April 12, 2022

Where do poems come from? by Jeffrey Round

Where do poems come from? by Jeffrey Round

Where do poems come from? After having written nearly two hundred, I still don’t know. I wrote my first poem when I was ten. It won Honourable Mention in a poetry contest at Princess Anne Public School in Windsor ON. It feels like I’ve been writing poems all my life.

My previous collection, In the Museum of Leonardo da Vinci, was an attempt at discovering an underlying unity to life in all its facets—scientific, psychological, political, artistic, and more. But in Threads I was searching for something more personal, a private kind of truth. In that sense, it comes closest to the “real” me, though that in itself requires a caveat.

Some of the poems in this collection were written nearly three decades ago, during the darkness of the AIDS pandemic. Reading them now, I see they were inspired partly by fear, for myself and others. They were also inspired by a kind of fascination for what the human body is capable of at its most terrifying and self-destructive. I recognize the impulses, but I am not that person now.

Here, portraits of friends are composites of many people I’ve known, while stories that actually “took place” converge on things that never did. This is life as seen through a glass darkly, and sometimes humorously, as I weave a tapestry out of these threads and invite you to consider what is factually true and what is truth in a different sense.

“Come close,” they say. “I have a story to tell. It may be about you.”

There is a truth in all stories, like the one about the boy who climbed the beanstock and was never seen again, or the girl who stuck her finger in a crack in a wall and saved a village, or the teenager who wanted to kill him/her/themself but didn’t. We compare, we listen: Come tell me yours. I’ll tell you mine.

I have no idea when my threads became Threads, just that they were always there in one form or another. Sometimes they write themselves, over and over again, as with my obsession for actor James Dean, which has sent me from his birthplace in Indiana to his crash site in California, and all the way back to his tiny apartment off Central Park in New York City where he once dreamed of greatness.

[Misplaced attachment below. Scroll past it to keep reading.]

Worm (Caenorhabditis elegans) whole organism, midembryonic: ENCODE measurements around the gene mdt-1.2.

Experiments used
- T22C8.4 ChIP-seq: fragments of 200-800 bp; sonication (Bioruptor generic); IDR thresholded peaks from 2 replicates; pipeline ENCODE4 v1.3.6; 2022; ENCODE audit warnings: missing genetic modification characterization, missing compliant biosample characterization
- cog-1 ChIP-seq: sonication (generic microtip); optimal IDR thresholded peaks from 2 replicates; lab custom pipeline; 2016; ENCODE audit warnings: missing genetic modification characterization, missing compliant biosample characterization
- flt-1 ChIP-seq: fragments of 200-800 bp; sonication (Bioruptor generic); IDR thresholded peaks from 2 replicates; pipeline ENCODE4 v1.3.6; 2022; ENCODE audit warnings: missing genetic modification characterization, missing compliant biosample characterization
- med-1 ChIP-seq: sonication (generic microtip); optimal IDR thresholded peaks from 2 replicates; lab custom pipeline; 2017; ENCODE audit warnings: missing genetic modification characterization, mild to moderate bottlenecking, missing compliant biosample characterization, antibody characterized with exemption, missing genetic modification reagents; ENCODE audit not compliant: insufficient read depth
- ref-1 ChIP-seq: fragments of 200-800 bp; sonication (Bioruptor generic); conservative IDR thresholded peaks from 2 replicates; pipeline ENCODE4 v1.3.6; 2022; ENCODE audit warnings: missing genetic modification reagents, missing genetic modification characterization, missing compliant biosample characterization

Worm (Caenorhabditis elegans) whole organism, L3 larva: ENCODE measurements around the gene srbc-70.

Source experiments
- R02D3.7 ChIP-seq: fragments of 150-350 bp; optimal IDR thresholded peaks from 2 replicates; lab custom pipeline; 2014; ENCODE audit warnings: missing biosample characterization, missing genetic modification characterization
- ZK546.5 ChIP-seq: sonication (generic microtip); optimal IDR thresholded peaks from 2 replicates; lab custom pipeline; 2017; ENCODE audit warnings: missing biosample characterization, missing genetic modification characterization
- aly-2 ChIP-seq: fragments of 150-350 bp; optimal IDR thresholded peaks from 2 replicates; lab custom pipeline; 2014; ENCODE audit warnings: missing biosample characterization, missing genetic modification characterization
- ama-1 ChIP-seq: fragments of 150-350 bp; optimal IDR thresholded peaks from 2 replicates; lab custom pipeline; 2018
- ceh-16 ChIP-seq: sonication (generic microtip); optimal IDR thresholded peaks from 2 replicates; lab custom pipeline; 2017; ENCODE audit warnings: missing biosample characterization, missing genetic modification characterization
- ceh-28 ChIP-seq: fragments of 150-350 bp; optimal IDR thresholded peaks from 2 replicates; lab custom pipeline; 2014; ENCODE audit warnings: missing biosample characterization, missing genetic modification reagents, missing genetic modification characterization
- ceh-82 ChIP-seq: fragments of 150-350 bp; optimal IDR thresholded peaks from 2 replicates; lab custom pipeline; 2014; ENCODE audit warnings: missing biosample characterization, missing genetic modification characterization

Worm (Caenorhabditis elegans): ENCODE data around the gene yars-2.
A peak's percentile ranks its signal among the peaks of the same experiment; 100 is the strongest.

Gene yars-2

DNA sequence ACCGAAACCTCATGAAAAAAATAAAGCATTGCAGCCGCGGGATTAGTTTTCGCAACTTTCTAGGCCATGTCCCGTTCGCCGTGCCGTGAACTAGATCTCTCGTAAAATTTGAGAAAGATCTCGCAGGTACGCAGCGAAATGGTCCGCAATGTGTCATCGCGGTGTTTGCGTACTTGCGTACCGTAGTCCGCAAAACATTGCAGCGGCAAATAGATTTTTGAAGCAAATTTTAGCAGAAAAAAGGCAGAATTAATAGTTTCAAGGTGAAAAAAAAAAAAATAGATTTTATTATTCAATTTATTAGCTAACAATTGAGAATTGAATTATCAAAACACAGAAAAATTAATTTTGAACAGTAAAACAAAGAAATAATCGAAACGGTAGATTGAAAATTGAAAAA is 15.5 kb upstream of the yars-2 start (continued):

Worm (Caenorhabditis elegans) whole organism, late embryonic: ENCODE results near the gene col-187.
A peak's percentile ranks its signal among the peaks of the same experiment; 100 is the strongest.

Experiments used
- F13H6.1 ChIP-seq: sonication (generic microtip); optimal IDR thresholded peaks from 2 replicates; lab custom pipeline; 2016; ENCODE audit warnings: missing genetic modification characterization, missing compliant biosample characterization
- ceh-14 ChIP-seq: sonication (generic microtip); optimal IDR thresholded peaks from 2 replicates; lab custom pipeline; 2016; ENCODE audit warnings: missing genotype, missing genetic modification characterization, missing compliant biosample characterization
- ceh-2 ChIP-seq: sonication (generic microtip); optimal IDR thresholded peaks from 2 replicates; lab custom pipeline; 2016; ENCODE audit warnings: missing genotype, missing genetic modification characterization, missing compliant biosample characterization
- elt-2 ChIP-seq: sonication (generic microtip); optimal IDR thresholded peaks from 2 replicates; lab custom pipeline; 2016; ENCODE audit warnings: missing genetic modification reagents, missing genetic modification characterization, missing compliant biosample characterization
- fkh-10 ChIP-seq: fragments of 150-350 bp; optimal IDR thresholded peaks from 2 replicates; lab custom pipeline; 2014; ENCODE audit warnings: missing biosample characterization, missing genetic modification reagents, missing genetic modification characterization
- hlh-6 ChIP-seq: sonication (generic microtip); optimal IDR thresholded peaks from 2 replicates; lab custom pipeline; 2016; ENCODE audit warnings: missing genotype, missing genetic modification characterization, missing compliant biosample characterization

We’re all looking for threads, the things that hold and bind us together. Who am I? Who would I like to be? Even this essay is the result of a search for something. It came from a dream I had the night before I scheduled time to sit down and write a blog: Please come to my poetry launch, etc. While preparing for one guest, a different one arrives unexpectedly. What do you do? Invite them in, of course. Poems are like that.

We tell stories to know who we are. More threads. If we are wise, we follow them to discover what is there. (I’m not always wise, though I’d like to be.) Sometimes they are just stories and sometimes they are much more. Like when I stop in the middle of a busy street and find myself transported by a voice I hear coming from far away.

“Listen,” it says. “I’ve got a story to tell you. It goes like this…”

AN ELEGY FOR JAMES DEAN

Your image fills the screen

big, larger than life

and luminous, distorted

by my mind’s eye, all

the discontent of you,

ragged, commanding

something more than

a mere boy, street urchin

with a fiery star at your heart

 

Sometimes in the evening

I pull the dagger from my side,

shore up the wound

and disguise the blood

to go looking for you

who bear my cross

though I never find you

or never recognize you

if I do

 

I am a sad scout

a hustler of lost dreams

exhuming you

as you flicker and fade

before my eyes

trailing after you

to Eden or Marfa

 

Like a child in a fairy tale

I follow the trail of crumbs,

clues to your existence

 

In my study at home

I keep a piece of bark

from a long-dead tree

whose boughs you once

climbed as a boy

a small rock from

your death star, the

site where you crashed

forever exploding

into light